This involves the wavefunction at $$x_{-1}$$, which lies just outside our set of discretization points. But if we choose the discretization points so that $$x_{-1}=a$$, then $$\psi_{-1}=0$$ under Dirichlet boundary conditions, so the above finite-difference formula reduces to

$-\frac{1}{2h^2}\, \Big[- 2\psi_0 + \psi_{1} \Big] + V_0 \psi_0 = E \psi_0.$

As for the other boundary, the finite-difference equation at $$x_{N-1}$$ involves $$\psi_{N}$$. If we choose the discretization points so that $$x_{N}=b$$, then the finite-difference formula becomes

$-\frac{1}{2h^2}\, \Big[ \psi_{N-2} - 2\psi_{N-1} \Big] + V_{N-1} \psi_{N-1} = E \psi_{N-1}.$

From this, we conclude that the discretization points ought to be equally spaced, with $$x_{0}$$ at a distance $$h$$ to the right of the left boundary $$a$$ and $$x_{N-1}$$ a distance $$h$$ to the left of the right boundary $$b$$. This is shown in the following figure:

Since there are $$N$$ discretization points, the interval should contain $$(N+1)$$ multiples of $$h$$. Hence,

$h = \frac{b - a}{N + 1} \;\; \Rightarrow \;\; x_n \,=\, a + h (n+1) \,=\, \frac{a(N-n)+b(n+1)}{N+1}.$

Having made the above choices, the matrix equation becomes

$\left\{-\frac{1}{2h^2}\begin{bmatrix} -2 & 1 \\ 1 & -2 & \ddots \\ & \ddots & \ddots & 1 \\ & & 1 & -2\end{bmatrix} + \begin{bmatrix} V_0 \\ & V_1 \\ & & \ddots\\ & & & V_{N-1} \end{bmatrix} \right\}\begin{bmatrix}\psi_0 \\ \psi_1 \\ \vdots \\ \psi_{N-1}\end{bmatrix} = E \begin{bmatrix}\psi_0 \\ \psi_1 \\ \vdots \\ \psi_{N-1}\end{bmatrix}.$

You can check for yourself that the first and last rows of this equation are the correct finite-difference equations at the boundary points, corresponding to Dirichlet boundary conditions.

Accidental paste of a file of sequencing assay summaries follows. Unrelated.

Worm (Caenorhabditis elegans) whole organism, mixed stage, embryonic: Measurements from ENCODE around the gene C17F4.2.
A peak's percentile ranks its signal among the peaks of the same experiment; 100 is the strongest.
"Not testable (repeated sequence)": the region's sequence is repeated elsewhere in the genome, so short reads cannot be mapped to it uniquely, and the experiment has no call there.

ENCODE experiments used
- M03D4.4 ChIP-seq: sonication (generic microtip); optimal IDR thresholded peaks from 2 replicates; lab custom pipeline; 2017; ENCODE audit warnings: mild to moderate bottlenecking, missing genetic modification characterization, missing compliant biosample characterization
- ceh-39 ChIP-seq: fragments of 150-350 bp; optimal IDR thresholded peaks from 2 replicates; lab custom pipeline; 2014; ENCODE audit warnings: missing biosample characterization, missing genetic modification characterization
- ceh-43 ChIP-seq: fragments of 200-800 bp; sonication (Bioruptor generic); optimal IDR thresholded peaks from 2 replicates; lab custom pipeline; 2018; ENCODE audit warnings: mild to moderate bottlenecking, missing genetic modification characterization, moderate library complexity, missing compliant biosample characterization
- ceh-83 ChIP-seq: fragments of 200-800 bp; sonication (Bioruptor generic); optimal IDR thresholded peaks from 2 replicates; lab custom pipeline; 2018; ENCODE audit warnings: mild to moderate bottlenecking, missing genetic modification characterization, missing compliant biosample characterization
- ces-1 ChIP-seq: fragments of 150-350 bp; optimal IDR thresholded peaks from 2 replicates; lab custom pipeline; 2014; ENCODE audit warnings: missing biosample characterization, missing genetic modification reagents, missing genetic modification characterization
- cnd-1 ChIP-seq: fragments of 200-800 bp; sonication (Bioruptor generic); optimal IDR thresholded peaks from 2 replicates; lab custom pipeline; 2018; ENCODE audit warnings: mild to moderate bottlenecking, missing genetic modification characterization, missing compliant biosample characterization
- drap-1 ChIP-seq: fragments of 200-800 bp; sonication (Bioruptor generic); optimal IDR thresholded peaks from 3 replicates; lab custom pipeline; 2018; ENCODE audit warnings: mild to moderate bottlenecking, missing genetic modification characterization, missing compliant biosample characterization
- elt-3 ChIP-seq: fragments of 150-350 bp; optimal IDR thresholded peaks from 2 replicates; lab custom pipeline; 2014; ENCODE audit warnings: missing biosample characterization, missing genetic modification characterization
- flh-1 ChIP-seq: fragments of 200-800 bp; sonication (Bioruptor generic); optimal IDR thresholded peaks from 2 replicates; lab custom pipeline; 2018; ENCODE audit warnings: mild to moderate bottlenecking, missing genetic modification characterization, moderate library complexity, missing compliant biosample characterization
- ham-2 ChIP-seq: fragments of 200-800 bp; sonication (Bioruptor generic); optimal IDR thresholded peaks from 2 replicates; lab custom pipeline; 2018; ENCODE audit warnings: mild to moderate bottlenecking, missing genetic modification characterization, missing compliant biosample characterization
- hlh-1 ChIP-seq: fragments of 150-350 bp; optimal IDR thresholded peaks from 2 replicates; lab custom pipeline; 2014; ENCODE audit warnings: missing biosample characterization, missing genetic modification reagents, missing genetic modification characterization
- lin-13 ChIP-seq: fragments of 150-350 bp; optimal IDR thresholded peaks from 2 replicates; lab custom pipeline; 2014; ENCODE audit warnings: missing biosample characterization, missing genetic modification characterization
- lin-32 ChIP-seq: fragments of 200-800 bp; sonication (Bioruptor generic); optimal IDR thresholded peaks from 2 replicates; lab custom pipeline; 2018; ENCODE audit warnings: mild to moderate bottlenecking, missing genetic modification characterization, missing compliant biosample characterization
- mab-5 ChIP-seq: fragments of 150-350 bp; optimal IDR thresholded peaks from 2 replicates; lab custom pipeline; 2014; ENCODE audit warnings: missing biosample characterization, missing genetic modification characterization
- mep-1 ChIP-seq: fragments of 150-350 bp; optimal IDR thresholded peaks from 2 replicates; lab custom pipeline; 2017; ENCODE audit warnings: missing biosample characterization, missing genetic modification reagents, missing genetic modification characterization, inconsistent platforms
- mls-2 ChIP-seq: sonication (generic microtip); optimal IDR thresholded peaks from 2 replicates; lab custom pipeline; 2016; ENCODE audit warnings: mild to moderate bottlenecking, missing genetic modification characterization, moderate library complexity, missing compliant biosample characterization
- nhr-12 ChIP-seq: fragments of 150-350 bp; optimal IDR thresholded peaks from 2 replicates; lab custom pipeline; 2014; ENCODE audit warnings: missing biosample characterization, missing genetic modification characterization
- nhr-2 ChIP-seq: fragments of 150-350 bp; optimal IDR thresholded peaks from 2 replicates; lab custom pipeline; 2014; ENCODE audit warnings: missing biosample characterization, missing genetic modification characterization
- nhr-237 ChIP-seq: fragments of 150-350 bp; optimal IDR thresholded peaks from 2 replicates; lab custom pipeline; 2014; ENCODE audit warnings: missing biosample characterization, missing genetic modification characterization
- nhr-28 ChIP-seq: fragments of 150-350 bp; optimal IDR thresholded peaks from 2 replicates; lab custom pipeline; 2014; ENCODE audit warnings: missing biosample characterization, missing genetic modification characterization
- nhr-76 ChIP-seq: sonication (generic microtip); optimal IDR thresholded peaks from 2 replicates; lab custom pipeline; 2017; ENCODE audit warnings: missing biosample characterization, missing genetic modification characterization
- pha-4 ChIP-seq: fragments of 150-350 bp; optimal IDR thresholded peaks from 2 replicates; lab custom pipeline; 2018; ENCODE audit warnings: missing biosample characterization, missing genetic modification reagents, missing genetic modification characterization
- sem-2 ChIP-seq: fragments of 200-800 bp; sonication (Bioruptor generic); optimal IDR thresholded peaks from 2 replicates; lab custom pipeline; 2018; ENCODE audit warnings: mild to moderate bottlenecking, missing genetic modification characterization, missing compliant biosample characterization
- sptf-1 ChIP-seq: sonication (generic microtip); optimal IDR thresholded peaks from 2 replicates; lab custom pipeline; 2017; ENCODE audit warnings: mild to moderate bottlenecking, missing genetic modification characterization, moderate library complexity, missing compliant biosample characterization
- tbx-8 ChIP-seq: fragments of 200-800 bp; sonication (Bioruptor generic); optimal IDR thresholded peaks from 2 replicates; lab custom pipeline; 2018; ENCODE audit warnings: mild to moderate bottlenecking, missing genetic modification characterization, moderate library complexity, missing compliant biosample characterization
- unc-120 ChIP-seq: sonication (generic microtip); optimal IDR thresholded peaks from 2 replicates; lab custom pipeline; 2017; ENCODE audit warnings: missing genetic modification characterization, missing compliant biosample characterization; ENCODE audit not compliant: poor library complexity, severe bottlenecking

### Neuman boundary conditions

Neumann boundary conditions are another common choice of boundary conditions. They state that the first derivatives vanish at the boundaries:

$\psi'(a) = \psi'(b) = 0.$

An example of such a boundary condition is encountered in electrostatics, where the first derivative of the electric potential goes to zero at the surface of a charged metallic surface.

We follow the same strategy as before, figuring out the discretization points in tandem with the boundary conditions. Consider again the finite-difference equation at the first discretization point:

$-\frac{1}{2h^2}\, \Big[\psi_{-1} - 2\psi_0 + \psi_{1} \Big] + V_0 \psi_0 = E \psi_0.$

To implement the condition that first derivative vanishes at the boundary, we invoke the mid-point rule. Suppose the boundary point $$x=a$$ falls in between the points $$x_{-1}$$ and $$x_{0}$$. Then, according to the mid-point rule,

$\frac{\psi_0 - \psi_{-1}}{h} \approx \psi'(a) = 0.$

With this choice, therefore, we can make the replacement $$\psi_{-1} = \psi_0$$ in the finite-difference equation, which then becomes

$-\frac{1}{2h^2}\, \Big[- \psi_0 + \psi_{1} \Big] + V_0 \psi_0 = E \psi_0.$

Similarly, to apply the Neumann boundary condition at $$x=b$$, we let the boundary fall between $$x_{N-1}$$ and $$x_{N}$$, so that the finite-difference equation becomes

$-\frac{1}{2h^2}\, \Big[ \psi_{N-2} - \psi_{N-1} \Big] + V_{N-1} \psi_{N-1} = E \psi_{N-1}.$

The resulting distribution of discretization points is shown in the following figure:

Unlike the Dirichlet case, the interval contains $$N$$ multiples of $$h$$. Hence, we get a different formula for the positions of the discretization points

$h = \frac{b - a}{N} \;\; \Rightarrow \;\; x_n \,=\, a + h \left(n+\frac{1}{2}\right) \,=\, \frac{a(N-n-\tfrac{1}{2})+b(n+\tfrac{1}{2})}{N}.$

The matrix equation is:

$\left\{-\frac{1}{2h^2}\begin{bmatrix} -1 & 1 \\ 1 & -2 & \ddots \\ & \ddots & \ddots & \ddots \\ && \ddots & -2 & 1 \\ & & & 1 & -1\end{bmatrix} + \begin{bmatrix} V_0 \\ & V_1 \\ & & \ddots\\ & & & V_{N-1} \end{bmatrix} \right\}\begin{bmatrix}\psi_0 \\ \psi_1 \\ \vdots \\ \psi_{N-1}\end{bmatrix} = E \begin{bmatrix}\psi_0 \\ \psi_1 \\ \vdots \\ \psi_{N-1}\end{bmatrix}.$

Due to the Neumann boundary conditions and the mid-point rule, the tridiagonal matrix has $$-1$$ instead of $$-2$$ on its corner entries. Again, you can verify that the first and last rows of this matrix equation correspond to the correct finite-difference equations for the boundary points.

This page titled 7.2: Discretizing Partial Differential Equations is shared under a CC BY-SA 4.0 license and was authored, remixed, and/or curated by Y. D. Chong via source content that was edited to the style and standards of the LibreTexts platform; a detailed edit history is available upon request.